• Today's Fresh Start, Inc. v. Los Angeles County Office of Education, No. S195852.
    • United States
    • United States State Supreme Court (California)
    • July 11, 2013
    ...Angeles Unified School Dist. (2012) 54 Cal.4th 504, 521, 142 Cal.Rptr.3d 850, 278 P.3d 1204;Wells v. One2One Learning Foundation (2006) 39 Cal.4th 1164, 1186, 48 Cal.Rptr.3d 108, 141 P.3d 225.) Charter schools are initiated by submitting a petition to the chartering authority, generally the......
  • Request a trial to view additional results
231 cases
  • Brennon B. v. Superior Court of Contra Costa Cnty., A157026
    • United States
    • California Court of Appeals
    • November 13, 2020
    ..."would significantly impede their fiscal ability to carry out their core public missions." ( Wells, supra, 39 Cal.4th at p. 1193, 48 Cal.Rptr.3d 108, 141 P.3d 225 ; id. at pp. 1191–1193, 48 Cal.Rptr.3d 108, 141 P.3d 225 [holding school districts not an "association," "organization," or "bus......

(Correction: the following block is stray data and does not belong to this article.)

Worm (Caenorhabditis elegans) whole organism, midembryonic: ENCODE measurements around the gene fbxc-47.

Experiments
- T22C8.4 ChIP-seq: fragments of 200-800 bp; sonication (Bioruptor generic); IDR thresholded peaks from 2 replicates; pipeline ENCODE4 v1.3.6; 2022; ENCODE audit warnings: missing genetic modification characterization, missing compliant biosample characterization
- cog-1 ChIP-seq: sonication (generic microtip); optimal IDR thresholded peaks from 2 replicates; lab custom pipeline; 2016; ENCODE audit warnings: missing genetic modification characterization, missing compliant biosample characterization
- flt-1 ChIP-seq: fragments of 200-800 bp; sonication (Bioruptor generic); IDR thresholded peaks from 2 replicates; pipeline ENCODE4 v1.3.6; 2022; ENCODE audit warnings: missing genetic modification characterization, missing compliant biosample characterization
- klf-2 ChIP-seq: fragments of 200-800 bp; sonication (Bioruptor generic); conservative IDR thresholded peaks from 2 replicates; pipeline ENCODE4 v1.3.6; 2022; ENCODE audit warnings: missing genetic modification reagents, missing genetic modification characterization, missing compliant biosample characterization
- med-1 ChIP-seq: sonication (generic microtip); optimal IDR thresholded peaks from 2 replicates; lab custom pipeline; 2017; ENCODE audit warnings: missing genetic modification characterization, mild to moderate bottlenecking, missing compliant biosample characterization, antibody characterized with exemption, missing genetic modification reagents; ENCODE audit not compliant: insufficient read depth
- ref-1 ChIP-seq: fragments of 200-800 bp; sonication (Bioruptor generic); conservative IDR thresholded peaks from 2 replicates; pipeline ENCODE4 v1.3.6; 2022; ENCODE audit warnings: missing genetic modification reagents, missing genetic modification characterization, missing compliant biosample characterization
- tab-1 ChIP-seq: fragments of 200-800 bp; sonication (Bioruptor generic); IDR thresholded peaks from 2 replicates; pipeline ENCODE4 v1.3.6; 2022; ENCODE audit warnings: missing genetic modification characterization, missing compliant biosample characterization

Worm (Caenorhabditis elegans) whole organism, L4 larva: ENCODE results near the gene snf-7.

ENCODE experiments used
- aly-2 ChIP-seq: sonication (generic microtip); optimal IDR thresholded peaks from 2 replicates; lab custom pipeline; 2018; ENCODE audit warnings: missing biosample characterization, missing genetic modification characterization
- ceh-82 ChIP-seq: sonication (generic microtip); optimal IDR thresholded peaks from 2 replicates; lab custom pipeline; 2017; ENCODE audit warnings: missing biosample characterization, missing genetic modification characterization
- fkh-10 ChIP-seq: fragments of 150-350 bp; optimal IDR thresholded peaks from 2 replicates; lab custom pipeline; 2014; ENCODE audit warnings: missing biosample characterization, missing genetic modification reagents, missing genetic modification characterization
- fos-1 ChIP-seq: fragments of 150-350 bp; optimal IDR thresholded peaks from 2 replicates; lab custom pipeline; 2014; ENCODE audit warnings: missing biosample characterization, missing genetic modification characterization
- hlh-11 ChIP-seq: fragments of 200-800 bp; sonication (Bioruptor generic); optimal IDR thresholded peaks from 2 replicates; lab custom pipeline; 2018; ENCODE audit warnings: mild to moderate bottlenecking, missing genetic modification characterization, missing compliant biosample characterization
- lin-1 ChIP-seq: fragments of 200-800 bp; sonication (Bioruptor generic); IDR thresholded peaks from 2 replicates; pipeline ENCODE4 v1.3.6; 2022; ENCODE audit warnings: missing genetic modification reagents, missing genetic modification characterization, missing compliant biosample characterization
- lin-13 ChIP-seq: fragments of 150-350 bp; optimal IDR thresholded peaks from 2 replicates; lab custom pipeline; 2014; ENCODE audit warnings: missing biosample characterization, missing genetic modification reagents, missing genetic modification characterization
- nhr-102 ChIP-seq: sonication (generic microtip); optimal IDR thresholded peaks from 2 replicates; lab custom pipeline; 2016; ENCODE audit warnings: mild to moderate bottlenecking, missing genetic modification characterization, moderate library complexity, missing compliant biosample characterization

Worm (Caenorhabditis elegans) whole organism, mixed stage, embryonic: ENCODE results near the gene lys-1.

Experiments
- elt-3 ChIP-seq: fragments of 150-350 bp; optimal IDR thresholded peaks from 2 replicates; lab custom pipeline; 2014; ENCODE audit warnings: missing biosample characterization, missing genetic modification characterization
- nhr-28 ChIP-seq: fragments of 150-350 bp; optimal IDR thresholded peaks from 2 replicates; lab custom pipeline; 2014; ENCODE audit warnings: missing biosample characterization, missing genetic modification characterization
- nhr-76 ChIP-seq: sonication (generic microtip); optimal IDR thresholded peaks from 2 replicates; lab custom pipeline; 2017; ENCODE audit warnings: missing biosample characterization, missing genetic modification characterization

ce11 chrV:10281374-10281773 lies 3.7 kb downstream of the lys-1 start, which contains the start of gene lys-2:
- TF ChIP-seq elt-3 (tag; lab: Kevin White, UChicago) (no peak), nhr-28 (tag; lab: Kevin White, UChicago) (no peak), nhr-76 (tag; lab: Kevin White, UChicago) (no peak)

• O&C Creditors Grp., LLC v. Stephens & Stephens XII, LLC, A151789
    • United States
    • California Court of Appeals
    • November 25, 2019
    ...do. "[I]nterpretations which render any part of a statute superfluous are to be avoided." ( Wells v. One2One Learning Foundation (2006) 39 Cal.4th 1164, 1207, 48 Cal.Rptr.3d 108, 141 P.3d 225.)42 Cal.App.5th 576 Accepting O&C Creditors’ substantial compliance argument would also nullify the......
  • Gunther v. Lin, No. G036042.
    • United States
    • California Court of Appeals
    • October 26, 2006
    ...regarding statutory construction by examining contemporaneous legislative history. (E.g., Wells v. One2One Learning Foundation (2006) 39 Cal.4th 1164, 1208, fn. 31, 48 Cal. Rptr.3d 108,141 P.3d As alluded to above, the genesis of the addition of subdivision (f) to section 51 was Assembly Bi......
  • Today's Fresh Start, Inc. v. Los Angeles County Office of Education, No. S195852.
    • United States
    • United States State Supreme Court (California)
    • July 11, 2013
    ...Angeles Unified School Dist. (2012) 54 Cal.4th 504, 521, 142 Cal.Rptr.3d 850, 278 P.3d 1204;Wells v. One2One Learning Foundation (2006) 39 Cal.4th 1164, 1186, 48 Cal.Rptr.3d 108, 141 P.3d 225.) Charter schools are initiated by submitting a petition to the chartering authority, generally the......
  • Request a trial to view additional results